Take a Drink: during each quiet moment
Do a Shot: each time Maggie begins to change
Take a Drink: everytime Arnold looks sad
Do a Shot: for each zombie movie cliche
By: Matt Conway (Three Beers) –
After being one of the biggest action stars of the latter quarter of the 20th century, Arnold Schwarzenegger has fallen upon tough times. Outside of film, Schwarzenegger became Governor of California, which was an era marred by an economic dive in the state. After his short term, Schwarzenegger was caught having an affair with his maid, which led to his divorce with his long-time wife Maria Shriver.
With all of these aspects of his life going to hell, it’s not a shock that his return to film has been generally uninspired. Schwarzenegger has showed flashes of the charismatic action badass we used to know and love, but mainly in uninspired flicks. Neither The Last Stand nor The Expendables series were good enough or successful enough to convince many about his comeback. With his roles in action not performing as well, Schwarzenegger’s latest film Maggie is a welcomed change of pace, a surprisingly thoughtful film featuring his best performance in years.
Maggie is the latest take on the zombie apocalypse. After being infected with the zombie virus, Maggie returns back home to her loving father Wade for support through her turning process.
The conversation for this movie typically starts with Schwarzenegger’s performance, which is surprisingly quite good. For once, Schwarzenegger as actually toned down, not playing up to his larger than life persona. As Wade, he is a protective father who truly would give up anything to protect his daughter. We have seen that sort of stereotype before in a few of his action films persay, but here Schwarzenegger adds real dramatic depth to the character, making him not just your ordinary everyman.
Going toe to toe with Schwarzenegger is Abigail Breslin, who in my opinion has not had a great role to play since her Oscar-nominated turn in Little Miss Sunshine. Here, Breslin has the tall task of playing the titular character, one who has one foot in humanity and the other transforming into a zombie. Breslin evokes that struggle, trying to maintain her adolescent relationships despite her days being numbered.
Both Schwarzenegger and Breslin’s performances make up the heart of the film. Maggie quietly is able to depict the struggles a father has to face with her daughter in serious condition, using the zombie apocalypse as its canvas. That heartbreaking dilemma is done with a great deal of restraint, with a few small scenes really dealing an emotional punch that caught me off guard.
Shining in his directorial debut is Henry Hobson, who shows a great deal of promise. Hobson has to be given a lot of credit for his restraint with his characters and situations, which works quite well. There is only one zombie kill in the movie, and for a flick starring Arnold that is a shocking factoid. Hobson instead trusts in his actors and script to ring through, a leap of faith that works for the most part.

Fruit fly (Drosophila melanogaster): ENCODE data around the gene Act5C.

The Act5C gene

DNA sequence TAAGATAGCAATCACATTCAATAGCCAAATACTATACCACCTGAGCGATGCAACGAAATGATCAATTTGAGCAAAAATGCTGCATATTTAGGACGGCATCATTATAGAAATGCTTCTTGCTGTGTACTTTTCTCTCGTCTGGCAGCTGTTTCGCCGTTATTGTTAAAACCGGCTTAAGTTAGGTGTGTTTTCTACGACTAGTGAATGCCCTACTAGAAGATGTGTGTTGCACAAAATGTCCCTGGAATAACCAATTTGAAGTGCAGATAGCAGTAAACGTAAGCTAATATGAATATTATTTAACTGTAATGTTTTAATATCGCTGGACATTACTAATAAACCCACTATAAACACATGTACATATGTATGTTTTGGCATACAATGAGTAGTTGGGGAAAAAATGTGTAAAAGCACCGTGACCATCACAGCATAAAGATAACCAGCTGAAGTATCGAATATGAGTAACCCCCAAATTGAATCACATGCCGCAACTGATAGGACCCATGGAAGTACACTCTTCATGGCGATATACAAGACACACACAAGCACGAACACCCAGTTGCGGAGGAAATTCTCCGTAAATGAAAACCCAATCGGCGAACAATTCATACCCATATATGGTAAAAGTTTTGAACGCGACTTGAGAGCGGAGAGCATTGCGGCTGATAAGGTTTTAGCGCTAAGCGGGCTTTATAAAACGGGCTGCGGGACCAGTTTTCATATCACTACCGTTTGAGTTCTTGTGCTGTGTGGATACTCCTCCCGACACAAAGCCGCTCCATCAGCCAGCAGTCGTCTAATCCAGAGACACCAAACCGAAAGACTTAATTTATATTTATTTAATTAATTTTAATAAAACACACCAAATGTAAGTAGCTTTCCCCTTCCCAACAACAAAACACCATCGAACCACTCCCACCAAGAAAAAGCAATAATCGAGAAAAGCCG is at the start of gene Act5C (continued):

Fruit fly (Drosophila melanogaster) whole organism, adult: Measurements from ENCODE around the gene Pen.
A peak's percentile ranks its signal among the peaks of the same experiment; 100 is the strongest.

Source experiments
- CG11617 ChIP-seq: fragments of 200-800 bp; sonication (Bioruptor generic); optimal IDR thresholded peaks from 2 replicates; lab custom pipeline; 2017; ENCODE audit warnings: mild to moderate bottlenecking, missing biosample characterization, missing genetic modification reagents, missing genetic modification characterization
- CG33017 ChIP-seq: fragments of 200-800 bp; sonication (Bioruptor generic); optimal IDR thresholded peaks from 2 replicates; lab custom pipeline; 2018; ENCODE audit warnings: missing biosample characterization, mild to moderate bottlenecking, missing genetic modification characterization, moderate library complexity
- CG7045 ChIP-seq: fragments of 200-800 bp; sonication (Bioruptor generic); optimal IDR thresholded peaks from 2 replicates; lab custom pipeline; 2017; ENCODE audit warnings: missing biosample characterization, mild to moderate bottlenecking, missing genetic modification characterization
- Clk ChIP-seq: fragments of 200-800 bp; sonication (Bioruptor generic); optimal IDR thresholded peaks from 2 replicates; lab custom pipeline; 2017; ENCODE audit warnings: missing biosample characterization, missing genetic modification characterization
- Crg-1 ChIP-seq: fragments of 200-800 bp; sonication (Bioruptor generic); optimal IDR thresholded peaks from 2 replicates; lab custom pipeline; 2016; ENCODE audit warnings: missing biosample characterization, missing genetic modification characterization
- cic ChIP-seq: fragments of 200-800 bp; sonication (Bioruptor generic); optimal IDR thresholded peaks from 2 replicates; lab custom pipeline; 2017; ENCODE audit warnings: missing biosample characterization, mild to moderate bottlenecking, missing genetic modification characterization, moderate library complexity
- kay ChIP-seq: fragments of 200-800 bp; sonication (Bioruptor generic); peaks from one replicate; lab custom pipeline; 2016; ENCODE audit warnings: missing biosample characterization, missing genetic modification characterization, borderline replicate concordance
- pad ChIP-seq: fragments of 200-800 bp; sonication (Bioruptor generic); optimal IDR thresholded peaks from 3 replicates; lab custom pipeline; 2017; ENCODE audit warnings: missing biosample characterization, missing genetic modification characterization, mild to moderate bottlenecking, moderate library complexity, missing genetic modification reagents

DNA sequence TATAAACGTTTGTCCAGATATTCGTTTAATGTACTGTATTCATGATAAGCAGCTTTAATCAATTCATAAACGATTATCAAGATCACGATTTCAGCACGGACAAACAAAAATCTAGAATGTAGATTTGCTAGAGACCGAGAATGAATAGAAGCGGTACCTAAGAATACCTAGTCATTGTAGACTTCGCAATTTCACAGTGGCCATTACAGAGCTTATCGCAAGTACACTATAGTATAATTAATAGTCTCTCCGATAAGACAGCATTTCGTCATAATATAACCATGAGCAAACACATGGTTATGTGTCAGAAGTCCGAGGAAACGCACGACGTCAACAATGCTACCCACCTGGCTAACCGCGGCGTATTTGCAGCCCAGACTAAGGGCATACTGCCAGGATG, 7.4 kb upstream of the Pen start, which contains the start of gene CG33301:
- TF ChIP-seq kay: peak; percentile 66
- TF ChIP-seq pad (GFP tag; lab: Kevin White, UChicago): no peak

Maggie does have its fair share of issues, however. The film moves at a zombie-like pace, with its short 95 minute running time feeling much longer than that. I can understand movies with a sense of dread feeling longer than they actually are, but it still felt like there could have been sections of the film cut down considering how little of a role they played in the main story.
The pace plays into another underlying problem with the film. While John Scott’s script nails the father-daughter relationship, a lot of the film’s side aspects fall flat. A detour into Breslin’s friendship with another infected teen is good in concept, but does not have enough time to develop. Joely Richardson as the mother character also has nothing to do, which is a shame because it could have been an important role.
Where Maggie dropped the ball the most, however, is its finale, which misses at the chance to end with an emotional punch. It feels incredibly rushed to be honest, and does not give the closure that the characters felt like they could have had. There seemed to be numerous ways to end this film, and it seems like Scott’s script features the simplest possible ending it could have had.
Not without its fair share of flaws, Maggie is still a surprisingly unique take on the zombie genre. Instead of focusing on killing zombies, the film instead is a thoughtful take on the family dynamic in a post-apocalypse landscape. The great performances of both Schwarzenegger and Breslin help create several emotionally resonant scenes, with Schwarzenegger giving perhaps his best performance.